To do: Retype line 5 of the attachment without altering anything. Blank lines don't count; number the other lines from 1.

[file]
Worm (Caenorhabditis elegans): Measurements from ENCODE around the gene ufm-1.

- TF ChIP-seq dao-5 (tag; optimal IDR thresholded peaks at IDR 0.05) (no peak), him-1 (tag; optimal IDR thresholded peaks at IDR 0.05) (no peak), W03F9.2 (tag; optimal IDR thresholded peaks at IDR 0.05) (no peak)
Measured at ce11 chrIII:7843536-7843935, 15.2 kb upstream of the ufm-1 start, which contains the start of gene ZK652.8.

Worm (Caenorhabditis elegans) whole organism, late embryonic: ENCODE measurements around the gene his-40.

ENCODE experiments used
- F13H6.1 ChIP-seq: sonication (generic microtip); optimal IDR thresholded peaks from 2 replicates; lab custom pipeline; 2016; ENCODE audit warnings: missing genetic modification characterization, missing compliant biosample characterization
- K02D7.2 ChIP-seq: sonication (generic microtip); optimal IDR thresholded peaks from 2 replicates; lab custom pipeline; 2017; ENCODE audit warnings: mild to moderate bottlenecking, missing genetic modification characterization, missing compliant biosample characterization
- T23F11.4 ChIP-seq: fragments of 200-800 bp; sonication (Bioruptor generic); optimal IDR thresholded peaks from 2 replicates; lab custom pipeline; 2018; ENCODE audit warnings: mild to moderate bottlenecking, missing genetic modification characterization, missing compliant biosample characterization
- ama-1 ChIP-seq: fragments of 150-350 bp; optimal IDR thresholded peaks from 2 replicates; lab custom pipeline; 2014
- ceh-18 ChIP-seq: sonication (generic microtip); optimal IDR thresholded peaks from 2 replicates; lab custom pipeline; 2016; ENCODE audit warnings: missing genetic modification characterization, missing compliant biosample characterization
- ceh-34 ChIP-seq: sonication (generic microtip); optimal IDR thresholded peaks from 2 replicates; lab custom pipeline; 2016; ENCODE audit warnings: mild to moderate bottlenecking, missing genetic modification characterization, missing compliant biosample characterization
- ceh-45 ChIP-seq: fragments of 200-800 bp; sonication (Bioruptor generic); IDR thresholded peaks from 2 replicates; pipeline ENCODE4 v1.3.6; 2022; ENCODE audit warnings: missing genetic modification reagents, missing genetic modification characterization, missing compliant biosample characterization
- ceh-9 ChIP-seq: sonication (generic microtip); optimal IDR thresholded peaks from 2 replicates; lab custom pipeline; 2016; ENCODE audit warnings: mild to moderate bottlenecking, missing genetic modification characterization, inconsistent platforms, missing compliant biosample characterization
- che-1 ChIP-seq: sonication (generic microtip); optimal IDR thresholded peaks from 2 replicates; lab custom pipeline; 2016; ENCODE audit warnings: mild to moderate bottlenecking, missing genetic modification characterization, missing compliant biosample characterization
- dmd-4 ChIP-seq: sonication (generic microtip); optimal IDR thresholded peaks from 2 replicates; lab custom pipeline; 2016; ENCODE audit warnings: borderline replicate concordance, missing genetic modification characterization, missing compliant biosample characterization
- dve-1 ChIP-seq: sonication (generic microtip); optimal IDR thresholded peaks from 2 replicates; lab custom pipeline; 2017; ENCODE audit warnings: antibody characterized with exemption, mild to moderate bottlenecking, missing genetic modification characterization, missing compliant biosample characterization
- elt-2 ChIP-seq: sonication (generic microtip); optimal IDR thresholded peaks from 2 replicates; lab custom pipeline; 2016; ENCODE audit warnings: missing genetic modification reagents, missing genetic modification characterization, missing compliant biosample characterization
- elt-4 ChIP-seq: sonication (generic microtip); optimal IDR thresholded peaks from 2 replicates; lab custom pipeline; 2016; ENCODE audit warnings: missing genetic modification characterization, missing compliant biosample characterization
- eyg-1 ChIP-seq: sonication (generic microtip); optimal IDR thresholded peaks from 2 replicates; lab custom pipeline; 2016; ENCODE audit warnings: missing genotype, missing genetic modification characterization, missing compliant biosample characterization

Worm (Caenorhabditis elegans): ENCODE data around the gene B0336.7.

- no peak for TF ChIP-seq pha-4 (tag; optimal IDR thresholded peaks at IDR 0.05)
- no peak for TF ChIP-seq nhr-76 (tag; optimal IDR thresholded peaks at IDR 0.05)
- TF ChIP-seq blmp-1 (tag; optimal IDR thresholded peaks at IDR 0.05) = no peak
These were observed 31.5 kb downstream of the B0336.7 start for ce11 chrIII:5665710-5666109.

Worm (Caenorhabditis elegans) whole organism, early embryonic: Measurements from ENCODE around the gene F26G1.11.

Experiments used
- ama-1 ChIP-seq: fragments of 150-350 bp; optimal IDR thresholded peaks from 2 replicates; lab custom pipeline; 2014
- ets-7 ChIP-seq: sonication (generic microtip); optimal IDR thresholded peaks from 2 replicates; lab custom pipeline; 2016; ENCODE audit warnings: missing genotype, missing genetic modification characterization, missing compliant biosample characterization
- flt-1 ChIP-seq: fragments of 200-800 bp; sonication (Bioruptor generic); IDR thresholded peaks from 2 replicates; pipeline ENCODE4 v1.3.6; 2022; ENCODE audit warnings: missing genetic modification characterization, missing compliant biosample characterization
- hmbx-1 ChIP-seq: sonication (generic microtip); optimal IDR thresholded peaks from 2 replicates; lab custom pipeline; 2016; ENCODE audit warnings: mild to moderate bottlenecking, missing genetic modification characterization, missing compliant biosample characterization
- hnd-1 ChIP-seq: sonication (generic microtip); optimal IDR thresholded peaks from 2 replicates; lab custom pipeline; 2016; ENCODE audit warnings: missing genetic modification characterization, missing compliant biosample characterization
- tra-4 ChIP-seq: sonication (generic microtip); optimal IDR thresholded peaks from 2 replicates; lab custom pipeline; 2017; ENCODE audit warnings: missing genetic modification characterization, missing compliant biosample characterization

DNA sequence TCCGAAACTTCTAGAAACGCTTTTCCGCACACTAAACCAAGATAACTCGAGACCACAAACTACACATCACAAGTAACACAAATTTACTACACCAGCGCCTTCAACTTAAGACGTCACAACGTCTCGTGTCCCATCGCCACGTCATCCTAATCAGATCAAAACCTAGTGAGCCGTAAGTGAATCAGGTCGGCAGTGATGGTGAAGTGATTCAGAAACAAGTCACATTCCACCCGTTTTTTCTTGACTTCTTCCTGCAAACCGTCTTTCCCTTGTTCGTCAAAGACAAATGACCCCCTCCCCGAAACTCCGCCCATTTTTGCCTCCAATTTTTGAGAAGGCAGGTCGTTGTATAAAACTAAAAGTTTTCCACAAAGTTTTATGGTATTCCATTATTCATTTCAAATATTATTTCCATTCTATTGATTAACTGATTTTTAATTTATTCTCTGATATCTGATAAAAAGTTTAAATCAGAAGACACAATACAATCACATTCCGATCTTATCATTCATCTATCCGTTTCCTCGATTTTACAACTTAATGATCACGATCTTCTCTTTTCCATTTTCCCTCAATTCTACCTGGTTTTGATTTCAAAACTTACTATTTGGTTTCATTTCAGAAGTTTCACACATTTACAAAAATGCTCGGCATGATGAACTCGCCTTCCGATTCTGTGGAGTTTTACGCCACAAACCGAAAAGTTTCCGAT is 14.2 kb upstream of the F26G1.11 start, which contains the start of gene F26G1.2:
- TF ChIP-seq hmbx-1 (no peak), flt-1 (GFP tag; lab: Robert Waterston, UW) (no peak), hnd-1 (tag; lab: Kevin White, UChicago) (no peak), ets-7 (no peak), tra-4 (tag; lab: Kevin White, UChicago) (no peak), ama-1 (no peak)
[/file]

ENCODE experiments used